The Tejend, which is the principal stream of the three, rises from several sources in the hills south of Kooshan, and flows with a south-easterly course down the valley of Meshed, receiving numerous tributaries from both sides, until it reaches that city, when it bends eastward, and, finding a way through the Kurdish range, joins the course of the Heri-rud, about long. 01° 10'. Here its direction is completely changed. Turning at an angle, which is slightly acute, it proceeds to flow to the west of north, along the northern base of the Kurdish range, from which it receives numerous small streams, till it ends finally in a large swamp or marsh, in lat. 39°, long. 57°, nearly. The entire length of the stream, including only main windings, is about 475 miles. In its later course, however, it is often almost dry, the greater portion of the water being consumed in irrigation in the neighborhood of Meshed.
The river of Nishapur is formed by numerous small streams, which descend from the mountains that on three sides inclose that city. Its water is at times wholly consumed in the cultivation of the plain; but the natural course may be traced, running in a southerly and south-westerly direction, until it debouches from the hills in the vicinity of Tersheez. The Miyanabad stream is believed to be a tributary of the Gurghan. It rises from several sources in the transverse range joining the Alatagh to the Jaghetai, the streams from which all flow westward in narrow valleys, uniting about long. 57° 35'. The course of the river from this point to Piperne has not been traced, but it is believed to run in a general westerly direction along the southern base of the Alatagh, and to form a junction with the Gurghan a little below the ruins of the same name. Its length to this point is probably about 200 miles.
The elevation of the mountain chains is not great. No very remarkable peaks occur in them; and it may be doubted whether they anywhere attain a height of above 6000 feet. They are for the most part barren and rugged, very scantily supplied with timber, and only in places capable of furnishing a tolerable pasturage to flocks and herds. The valleys, on the other hand, are rich and fertile in the extreme; that of Meshed, which extends a distance of above a hundred miles from north-west to south-east, and is from twenty to thirty miles broad, has almost everywhere a good and deep soil, is abundantly supplied with water, and yields a plentiful return even to the simplest and most primitive cultivation. The plain about Nishapur, which is in length from eighty to ninety miles, and in width from forty to sixty, boasts a still greater fertility.
The flat country along the southern base of the mountains, which ancient writers regard as Parthia, par excellence, is A strip of territory about 300 miles long, varying in width ac cording to the labor and the skill applied by its inhabitants to the perfecting of a system of irrigation. At present the kanats, or underground water-courses, are seldom carried to a distance of more than a mile or two from the foot of the hills; but it is thought that anciently the cultivation was extended considerably further. Ruined cities dispersed throughout the tract sufficiently indicate its capabilities, and in a few places where much attention is paid to agriculture the results are such as to imply that the soil is more than ordinarily productive. The salt desert lies, however, in most places within ten or fifteen miles of the hills; and beyond this distance it is obviously impossible that the "Atak" or "Skirt" should at any time have been inhabited.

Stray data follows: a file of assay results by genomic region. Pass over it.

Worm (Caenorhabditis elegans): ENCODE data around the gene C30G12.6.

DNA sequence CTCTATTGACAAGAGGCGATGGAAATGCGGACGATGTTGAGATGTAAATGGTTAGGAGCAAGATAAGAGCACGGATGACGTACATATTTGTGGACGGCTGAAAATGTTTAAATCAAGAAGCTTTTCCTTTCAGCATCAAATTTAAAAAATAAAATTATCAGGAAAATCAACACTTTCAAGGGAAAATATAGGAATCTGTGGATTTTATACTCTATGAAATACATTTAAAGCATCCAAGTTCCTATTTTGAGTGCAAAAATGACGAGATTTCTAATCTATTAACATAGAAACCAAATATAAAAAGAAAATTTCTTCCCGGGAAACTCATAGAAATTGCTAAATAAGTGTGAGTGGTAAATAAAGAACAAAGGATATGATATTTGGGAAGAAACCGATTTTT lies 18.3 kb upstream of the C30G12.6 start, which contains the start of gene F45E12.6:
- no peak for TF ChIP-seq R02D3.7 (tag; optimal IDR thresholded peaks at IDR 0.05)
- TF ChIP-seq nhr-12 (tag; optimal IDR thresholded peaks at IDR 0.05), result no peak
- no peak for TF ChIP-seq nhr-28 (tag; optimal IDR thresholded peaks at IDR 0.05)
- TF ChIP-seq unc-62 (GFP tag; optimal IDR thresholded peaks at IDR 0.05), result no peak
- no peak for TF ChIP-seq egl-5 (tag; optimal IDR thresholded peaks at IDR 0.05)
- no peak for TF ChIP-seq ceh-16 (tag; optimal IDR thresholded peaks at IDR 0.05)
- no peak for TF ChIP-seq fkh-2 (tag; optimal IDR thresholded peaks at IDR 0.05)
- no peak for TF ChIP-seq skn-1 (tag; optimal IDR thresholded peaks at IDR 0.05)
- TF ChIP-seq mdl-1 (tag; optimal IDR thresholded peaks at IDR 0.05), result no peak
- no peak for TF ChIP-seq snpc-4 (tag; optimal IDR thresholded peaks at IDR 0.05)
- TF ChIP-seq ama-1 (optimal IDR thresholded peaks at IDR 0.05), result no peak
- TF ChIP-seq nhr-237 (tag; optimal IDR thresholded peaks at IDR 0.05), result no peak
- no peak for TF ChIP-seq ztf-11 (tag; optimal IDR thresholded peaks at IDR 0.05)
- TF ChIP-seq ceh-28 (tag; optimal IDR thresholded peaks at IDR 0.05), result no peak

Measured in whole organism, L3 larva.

It is evident that the entire tract above described must have been at all times a valuable and much coveted region. Compared with the arid and inhospitable deserts which adjoin it upon the north and south, Khorasan, the ancient Parthia and Hyrcania, is a terrestrial Paradise. Parthia, though scantily wooded, still produces in places the pine, the walnut, the sycamore, the ash, the poplar, the willow, the vine, the mulberry, the apricot, and numerous other fruit trees. Saffron, asafoetida, and the gum ammoniac plant, are indigenous in parts of it. Much of the soil is suited for the cultivation of wheat, barley, and cotton. The ordinary return upon wheat and barley is reckoned at ten for one. Game abounds in the mountains, and fish in the underground water-courses. Among the mineral treasures of the region may be enumerated copper, lead, iron, salt, and one of the most exquisite of gems, the turquoise. This gem does not appear to be mentioned by ancient writers; but it is so easily obtainable that we can scarcely suppose it was not known from very ancient times.